Did you know…exercise can be a stress on the body?
Yes, this is true. And like any other kind of stress, if it’s taken to an extreme, it can be bad for you. Bottom line: if you’re working out too much, too intensely, and even doing the wrong exercise for your body, you can cause more damage than good. But this will vary by individual based on the level of stress his/her body can handle.
This information is the perfect example of why everyone needs to better understand their bodies so they can make sense of why something they were told was good for them can actually be bad. Because when you understand the WHY behind something, you don’t have to listen to or follow the trends and fads you hear in the media.
Now to explain the WHY:
- When your body is under stress, it activates the stress response (aka fight or flight response), which is defined as “a physiological reaction that occurs in response to a perceived harmful event, attack, or threat to survival”. The reaction to the stress starts in the brain, which immediately releases hormones (adrenaline, cortisol) that cause a number of reactions in the body in an effort to help you survive. Reproductive, immune and repair functions are halted because they are nor priorities in the moment. And as your body quickly prepares to fight or flee, a few other things happen: your pupils dilate (so you can see your threat clearer), various tissues are broken down into glucose, increasing blood sugar levels (so your body has energy to fight or flee), and your heart pounds and blood pressure increases (to send oxygen and blood to your muscles so you can fight or flee from your threat). But just like when you get nervous or angry and your heart rate and blood pressure go up, this intensity on the walls of the vessels can result in disease. The added pressure of the blood puts added force on the artery walls. Over time, the arteries can become damaged from the force, and eventually narrow because of the cholesterol that is trying to heal the tears on the overworked vessels. The resulting narrowed artery limits the flow of blood to the heart and the end result is that the heart is deprived of oxygen.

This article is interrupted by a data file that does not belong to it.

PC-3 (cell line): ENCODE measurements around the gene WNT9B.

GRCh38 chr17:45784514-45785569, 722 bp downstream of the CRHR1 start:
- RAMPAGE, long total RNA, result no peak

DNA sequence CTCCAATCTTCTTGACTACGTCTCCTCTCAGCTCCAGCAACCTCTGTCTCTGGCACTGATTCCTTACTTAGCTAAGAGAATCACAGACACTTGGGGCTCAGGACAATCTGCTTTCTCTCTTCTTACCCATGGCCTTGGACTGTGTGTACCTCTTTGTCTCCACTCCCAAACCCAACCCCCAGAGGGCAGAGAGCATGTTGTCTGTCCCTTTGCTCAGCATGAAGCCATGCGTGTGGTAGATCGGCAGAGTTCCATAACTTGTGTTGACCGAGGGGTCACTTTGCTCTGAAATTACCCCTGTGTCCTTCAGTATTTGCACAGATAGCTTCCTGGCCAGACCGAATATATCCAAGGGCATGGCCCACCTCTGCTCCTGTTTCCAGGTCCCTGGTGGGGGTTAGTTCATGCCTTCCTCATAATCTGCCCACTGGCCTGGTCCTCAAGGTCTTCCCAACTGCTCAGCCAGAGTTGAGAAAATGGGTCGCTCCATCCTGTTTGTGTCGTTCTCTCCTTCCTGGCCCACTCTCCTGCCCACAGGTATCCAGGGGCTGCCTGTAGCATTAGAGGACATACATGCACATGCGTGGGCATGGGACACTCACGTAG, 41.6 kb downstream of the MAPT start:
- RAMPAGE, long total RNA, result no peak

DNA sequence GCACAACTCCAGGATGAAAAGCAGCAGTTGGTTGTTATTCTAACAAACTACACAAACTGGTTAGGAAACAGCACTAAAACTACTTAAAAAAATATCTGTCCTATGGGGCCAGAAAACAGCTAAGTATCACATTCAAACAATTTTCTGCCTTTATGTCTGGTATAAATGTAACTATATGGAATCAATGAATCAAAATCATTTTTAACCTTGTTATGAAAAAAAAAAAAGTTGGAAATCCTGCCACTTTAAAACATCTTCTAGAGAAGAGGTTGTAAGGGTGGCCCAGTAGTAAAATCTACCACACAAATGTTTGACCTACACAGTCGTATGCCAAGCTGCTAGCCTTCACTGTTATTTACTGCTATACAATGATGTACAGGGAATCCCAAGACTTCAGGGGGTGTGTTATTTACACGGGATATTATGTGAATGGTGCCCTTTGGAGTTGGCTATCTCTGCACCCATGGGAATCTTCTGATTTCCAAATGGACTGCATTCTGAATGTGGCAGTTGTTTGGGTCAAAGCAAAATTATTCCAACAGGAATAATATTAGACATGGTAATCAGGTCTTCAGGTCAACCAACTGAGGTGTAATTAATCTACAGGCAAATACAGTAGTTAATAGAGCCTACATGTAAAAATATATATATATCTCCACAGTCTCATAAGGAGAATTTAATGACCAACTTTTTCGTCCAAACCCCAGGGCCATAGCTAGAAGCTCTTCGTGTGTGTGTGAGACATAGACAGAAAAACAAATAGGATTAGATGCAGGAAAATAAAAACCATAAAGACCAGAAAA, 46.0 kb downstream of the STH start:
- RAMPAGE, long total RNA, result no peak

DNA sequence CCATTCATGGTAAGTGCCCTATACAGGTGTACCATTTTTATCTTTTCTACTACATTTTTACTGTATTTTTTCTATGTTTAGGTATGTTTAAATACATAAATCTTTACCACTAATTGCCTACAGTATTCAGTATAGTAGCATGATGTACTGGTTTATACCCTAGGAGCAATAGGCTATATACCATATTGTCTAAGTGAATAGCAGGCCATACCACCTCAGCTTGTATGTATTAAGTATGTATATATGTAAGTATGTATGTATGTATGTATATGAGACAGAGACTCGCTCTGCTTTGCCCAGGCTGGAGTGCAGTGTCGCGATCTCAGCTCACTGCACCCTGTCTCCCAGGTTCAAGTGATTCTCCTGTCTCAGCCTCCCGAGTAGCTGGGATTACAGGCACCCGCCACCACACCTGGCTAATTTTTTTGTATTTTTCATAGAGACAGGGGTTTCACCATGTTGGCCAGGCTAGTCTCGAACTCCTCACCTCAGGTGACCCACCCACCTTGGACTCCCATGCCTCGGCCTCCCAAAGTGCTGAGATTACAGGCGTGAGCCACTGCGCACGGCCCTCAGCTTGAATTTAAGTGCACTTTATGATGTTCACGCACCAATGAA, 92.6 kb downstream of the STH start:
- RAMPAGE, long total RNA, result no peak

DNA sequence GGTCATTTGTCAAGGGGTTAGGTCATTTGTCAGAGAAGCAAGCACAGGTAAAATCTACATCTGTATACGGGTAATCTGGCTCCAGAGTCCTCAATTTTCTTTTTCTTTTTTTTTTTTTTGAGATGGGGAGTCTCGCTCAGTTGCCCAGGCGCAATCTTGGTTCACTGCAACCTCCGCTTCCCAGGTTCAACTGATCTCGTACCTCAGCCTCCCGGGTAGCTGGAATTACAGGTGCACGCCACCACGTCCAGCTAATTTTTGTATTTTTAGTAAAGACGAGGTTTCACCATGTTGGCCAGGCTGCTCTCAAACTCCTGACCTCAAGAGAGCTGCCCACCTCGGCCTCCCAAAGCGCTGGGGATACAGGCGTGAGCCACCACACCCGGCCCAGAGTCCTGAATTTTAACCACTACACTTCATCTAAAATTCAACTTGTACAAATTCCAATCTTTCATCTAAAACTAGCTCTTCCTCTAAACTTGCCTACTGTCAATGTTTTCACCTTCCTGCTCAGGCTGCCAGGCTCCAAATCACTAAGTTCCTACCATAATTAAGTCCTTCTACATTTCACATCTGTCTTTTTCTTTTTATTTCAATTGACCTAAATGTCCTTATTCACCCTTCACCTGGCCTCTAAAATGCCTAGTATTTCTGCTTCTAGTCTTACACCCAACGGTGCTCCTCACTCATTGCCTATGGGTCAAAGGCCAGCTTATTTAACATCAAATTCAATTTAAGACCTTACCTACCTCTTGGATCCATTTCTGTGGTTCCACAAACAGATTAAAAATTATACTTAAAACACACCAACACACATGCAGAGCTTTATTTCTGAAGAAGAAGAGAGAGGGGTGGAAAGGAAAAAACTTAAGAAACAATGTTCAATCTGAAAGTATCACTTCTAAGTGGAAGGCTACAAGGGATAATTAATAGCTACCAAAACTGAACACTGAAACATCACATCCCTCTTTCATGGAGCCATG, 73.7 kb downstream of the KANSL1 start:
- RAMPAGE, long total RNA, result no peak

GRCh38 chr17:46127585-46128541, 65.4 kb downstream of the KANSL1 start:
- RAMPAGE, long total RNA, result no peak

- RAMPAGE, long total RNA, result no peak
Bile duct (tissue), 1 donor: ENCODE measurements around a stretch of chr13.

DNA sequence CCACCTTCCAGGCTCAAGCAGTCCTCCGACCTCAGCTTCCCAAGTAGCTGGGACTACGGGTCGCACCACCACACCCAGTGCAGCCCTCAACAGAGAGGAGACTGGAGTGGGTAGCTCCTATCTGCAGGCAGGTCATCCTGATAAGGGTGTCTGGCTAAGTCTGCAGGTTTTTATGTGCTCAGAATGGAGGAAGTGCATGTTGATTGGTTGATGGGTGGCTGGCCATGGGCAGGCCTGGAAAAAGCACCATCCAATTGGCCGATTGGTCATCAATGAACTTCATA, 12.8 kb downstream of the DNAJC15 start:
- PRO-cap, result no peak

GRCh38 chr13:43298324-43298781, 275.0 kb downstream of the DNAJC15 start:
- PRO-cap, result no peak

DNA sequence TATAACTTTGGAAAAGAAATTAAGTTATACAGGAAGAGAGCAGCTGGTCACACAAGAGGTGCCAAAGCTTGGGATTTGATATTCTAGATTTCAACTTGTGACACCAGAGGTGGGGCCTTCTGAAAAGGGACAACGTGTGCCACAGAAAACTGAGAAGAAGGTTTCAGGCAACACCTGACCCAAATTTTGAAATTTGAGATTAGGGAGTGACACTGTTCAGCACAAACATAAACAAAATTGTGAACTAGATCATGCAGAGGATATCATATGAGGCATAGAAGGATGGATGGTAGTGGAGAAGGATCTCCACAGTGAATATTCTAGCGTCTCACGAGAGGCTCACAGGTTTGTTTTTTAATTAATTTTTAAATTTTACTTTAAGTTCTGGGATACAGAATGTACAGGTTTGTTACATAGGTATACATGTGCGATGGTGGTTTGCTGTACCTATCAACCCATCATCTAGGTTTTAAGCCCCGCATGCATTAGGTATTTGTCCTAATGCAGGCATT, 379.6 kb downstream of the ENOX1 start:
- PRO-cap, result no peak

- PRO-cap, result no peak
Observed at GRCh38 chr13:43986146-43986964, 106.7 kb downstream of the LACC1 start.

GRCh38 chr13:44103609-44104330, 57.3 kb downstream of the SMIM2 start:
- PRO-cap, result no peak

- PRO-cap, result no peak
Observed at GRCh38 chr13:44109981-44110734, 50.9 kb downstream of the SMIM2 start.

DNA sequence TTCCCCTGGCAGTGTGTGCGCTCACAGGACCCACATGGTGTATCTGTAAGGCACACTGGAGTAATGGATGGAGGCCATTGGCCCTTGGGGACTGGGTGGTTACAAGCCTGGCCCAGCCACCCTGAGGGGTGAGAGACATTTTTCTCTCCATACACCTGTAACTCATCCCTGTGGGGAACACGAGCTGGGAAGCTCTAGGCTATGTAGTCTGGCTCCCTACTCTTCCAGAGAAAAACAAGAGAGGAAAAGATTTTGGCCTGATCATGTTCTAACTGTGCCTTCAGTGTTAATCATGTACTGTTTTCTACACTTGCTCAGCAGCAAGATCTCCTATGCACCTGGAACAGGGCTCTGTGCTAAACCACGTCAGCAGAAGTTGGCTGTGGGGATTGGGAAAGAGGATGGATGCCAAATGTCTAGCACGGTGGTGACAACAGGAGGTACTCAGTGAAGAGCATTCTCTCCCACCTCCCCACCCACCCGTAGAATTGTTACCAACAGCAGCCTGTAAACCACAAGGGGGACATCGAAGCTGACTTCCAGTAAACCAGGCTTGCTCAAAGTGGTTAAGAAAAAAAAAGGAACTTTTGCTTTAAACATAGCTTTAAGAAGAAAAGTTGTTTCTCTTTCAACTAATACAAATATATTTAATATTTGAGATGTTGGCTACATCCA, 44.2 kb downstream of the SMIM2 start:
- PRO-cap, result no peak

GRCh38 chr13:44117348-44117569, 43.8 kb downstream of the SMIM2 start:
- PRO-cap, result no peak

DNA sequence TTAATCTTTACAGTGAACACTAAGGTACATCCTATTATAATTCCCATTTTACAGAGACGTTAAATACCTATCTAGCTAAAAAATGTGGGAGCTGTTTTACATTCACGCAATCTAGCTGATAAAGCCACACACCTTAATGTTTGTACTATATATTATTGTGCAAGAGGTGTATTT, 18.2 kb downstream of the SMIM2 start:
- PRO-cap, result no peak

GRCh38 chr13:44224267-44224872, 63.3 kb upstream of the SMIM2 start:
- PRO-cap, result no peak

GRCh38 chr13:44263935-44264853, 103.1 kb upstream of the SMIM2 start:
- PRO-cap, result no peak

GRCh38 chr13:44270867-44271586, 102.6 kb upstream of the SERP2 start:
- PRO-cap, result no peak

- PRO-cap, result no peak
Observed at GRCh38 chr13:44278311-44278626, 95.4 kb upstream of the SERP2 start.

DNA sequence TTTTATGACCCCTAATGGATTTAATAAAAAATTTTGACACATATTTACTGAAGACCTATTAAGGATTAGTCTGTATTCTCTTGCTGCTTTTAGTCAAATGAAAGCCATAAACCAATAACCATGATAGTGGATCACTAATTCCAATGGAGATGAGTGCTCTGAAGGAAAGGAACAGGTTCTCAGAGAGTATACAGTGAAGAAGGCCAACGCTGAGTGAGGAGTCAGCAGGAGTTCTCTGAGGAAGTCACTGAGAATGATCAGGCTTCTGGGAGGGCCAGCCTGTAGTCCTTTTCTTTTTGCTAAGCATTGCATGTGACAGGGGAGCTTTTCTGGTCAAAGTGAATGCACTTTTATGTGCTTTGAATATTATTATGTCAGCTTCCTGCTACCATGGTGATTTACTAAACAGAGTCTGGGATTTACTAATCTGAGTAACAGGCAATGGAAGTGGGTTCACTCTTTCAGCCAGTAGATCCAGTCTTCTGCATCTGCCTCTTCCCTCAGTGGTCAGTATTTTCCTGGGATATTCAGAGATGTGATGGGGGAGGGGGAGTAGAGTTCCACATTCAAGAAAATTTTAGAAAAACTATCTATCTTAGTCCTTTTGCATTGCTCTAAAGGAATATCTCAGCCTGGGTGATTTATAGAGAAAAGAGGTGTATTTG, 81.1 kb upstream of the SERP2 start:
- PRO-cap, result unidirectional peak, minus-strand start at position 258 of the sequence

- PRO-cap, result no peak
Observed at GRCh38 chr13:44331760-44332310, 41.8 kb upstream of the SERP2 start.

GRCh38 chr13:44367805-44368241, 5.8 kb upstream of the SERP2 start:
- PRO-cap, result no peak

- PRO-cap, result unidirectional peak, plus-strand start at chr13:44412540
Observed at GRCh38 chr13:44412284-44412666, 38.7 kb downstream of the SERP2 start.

- Everyone is different and reacts differently to stress. When you think of a typical stressor – whether that be a conflict at work, finances, traffic – you already know that you might handle that stress differently than someone else. You might get worked up about it (heart racing, cortisol and adrenaline pumping through your body) while your friend might be calm, cool and collected. In this case, the stress response (and the subsequent release of hormones) in your body will likely be more intense than the one in your friend’s. I say this because the exercise that works for your friend may not be the exercise that works for you. Even Genomic Medicine (the study of a person’s DNA to provide clinical care) is teaching us that genetics plays a role in which type of exercise programs is optimal for different individuals.
So what does this mean to you? From my perspective, it means that everyone should be finding exercise that they enjoy, not exercise that is leaving them stiff and sore day after day. If we consume the right foods and treat our insides well, we won’t need to participate in intense exercises that leave us feeling the need to exert ourselves so intensely. Not everyone is made to do crossfit. Not everyone is made to do yoga. Do what you love. Use exercise as a form of movement to get your body moving and lymphatic system pumping, not as a way to burn calories or fat. Our bodies were made to move. As some fairly well known shoe brand once said “Just do it.”